Monday, February 09, 2009

A World of Difference

One of the benefits of working with books all day is that I can often get my hands on a new book before it even gets to the shelves. The person who labels the books knows of my interest in food, and she generally passes things along to me before they move to the circulating collection.

Recently she came across the book What the World Eats and thought I would be interested. I had heard about it some time earlier so was happy to look through it.

The premise of the book is colorful and pointed: the author and photographer visited families around the world and photographed those families with one week's worth of their food consumption. The photograph faces a list and economic breakdown of all the food products consumed in a week, with the costs and U.S. equivalents. And where those items were homegrown, a market price is added to them.

It's fascinating to see how family diets compare from the developed world (countries such as Australia, France, Great Britain, the United States) to the varying levels of income found in the developing world (Chad, Ecuador, Mali) as well as a range of countries whose economic situations settle them somewhere in the middle (Guatemala, India, Mexico, Poland).

What struck me most profoundly is how much processed food can be found in the diets across the wealthier and middle-of-the-road nations. It may not surprise you that the three American families featured have weekly grocery hauls that rely heavily on convenience food, but I was struck by the quantity of packaged food products found in China, Japan, Bosnia-Herzegovina, Poland, and even France, the ideal food-lover's haven.


In looking over these detailed pictures and grocery lists, I found myself wondering which family's diet came closest to my own. Nothing matched it exactly, of course, but the limited quantities of processed foods in my pantry or refrigerator and the abundance of produce actually put me closer to the food consumed by the Indian and the Guatemalan families in the book.

(I also considered the Renaissance Man's usual food stores and found his diet to come closer to that found in Mali: heavy on the grains, moderate amounts of the same vegetables over and over, limited dairy and processed food. The exceptions would be his love of honey, jam, maple syrup, and tea. But even he thought that the Mali family enjoyed more food than he did!)


The text, which includes a fuller description of the families' lifestyles and eating habits, is interspersed with colorful graphs and charts that illustrate related food and economic facts, from average income and literacy to the number of McDonald's franchises in the country and this stunning chart revealing the obesity rates in the countries. (Yes, the U.S. tops the obesity charts for men, though the percentage of obese women is higher only in Kuwait.)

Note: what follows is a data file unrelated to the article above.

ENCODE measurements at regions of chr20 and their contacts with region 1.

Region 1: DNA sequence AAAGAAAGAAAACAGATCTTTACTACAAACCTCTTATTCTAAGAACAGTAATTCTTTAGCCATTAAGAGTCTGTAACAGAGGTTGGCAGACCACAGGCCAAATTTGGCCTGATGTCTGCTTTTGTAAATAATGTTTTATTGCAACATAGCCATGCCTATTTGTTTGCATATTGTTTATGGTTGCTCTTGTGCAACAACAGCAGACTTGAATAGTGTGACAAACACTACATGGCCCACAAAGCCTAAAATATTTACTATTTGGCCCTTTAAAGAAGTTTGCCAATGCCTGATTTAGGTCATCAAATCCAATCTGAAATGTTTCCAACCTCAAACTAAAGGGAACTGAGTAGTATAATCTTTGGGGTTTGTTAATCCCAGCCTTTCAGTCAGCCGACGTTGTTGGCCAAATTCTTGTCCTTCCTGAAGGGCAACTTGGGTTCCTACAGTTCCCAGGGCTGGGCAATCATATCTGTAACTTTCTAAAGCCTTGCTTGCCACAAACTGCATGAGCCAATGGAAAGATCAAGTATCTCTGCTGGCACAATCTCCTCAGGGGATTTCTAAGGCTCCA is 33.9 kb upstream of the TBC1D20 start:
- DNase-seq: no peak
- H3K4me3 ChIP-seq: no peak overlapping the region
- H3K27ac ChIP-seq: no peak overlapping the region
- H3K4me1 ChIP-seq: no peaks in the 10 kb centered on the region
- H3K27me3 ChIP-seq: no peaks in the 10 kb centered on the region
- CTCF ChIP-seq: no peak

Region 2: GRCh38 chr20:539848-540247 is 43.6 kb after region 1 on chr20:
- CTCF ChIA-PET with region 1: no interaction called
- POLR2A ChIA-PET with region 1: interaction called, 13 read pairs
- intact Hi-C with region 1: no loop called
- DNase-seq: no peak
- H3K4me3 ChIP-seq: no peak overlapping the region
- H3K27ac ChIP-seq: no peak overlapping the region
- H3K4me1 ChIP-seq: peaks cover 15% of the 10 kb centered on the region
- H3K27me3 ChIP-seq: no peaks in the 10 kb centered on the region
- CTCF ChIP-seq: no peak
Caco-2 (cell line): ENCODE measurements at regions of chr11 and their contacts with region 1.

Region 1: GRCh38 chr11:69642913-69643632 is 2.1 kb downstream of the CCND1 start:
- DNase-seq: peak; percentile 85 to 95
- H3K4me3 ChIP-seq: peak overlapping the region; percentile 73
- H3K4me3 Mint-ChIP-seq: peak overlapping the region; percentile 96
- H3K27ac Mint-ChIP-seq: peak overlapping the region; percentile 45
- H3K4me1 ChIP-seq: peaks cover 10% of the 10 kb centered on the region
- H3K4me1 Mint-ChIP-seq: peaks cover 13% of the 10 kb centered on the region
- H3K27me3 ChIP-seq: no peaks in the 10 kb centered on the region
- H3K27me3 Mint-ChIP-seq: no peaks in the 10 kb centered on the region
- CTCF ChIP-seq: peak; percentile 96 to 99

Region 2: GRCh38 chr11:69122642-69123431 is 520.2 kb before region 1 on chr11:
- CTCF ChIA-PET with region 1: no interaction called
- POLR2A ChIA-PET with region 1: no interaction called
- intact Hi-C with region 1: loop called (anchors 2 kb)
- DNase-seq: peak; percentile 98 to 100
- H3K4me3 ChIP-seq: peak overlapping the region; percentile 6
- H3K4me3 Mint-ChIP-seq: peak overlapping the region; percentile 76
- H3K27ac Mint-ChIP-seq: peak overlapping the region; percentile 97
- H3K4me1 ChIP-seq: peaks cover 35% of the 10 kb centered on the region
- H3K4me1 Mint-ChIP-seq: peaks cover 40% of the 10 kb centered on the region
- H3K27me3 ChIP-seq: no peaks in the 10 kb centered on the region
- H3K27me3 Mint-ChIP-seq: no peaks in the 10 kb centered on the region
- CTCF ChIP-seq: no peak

I think it would be wonderful if everyone read this book and thought a little more about their own food habits. To me, the most enticing looking diets were those that had a rich array of colorful fruits and vegetables -- not the ones with the colorful boxes and bags -- but even those whole-foods family photographs caused me to stop and think about some of the details in my own diet. Are there areas where perhaps I don't eat as healthy as I should? Of course! But taking the time to consider the matter certainly helps me to be more mindful of my next food choices.

I'd also add that the grocery lists and costs that accompany each family's photo reinforce the point that good eating doesn't have to be expensive -- that the diets more heavily weighted toward processed foods end up being more expensive. That, too, is worth further consideration in these times.

The book doesn't preach, it just lays out the information and invites you to make your own comparisons.

But it certainly speaks volumes.

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2 Comments:

At 2/10/2009 2:39 PM, Blogger Tara said...

We've used similar books that compare families material goods and so forth for school and I find them fascinating. This one looks equally as intriguing. Thanks so much for bringing it to our attention.

We hosted a German exchange student years ago and one day I found her taking pictures of our cabinets and fridge to send home. Needless to say, that was a catalyst to begin examining our diet, consumption and food waste a bit closer. Ahem.

 
At 2/10/2009 2:55 PM, Blogger The Baklava Queen said...

Wow, I can imagine that was a real eye-opener, Tara. :-) We're so used to what we have around us that we don't often stop and examine what it is that we actually have and use and do. I think that's why I like this book -- it's yet another "reality check" for me.

 

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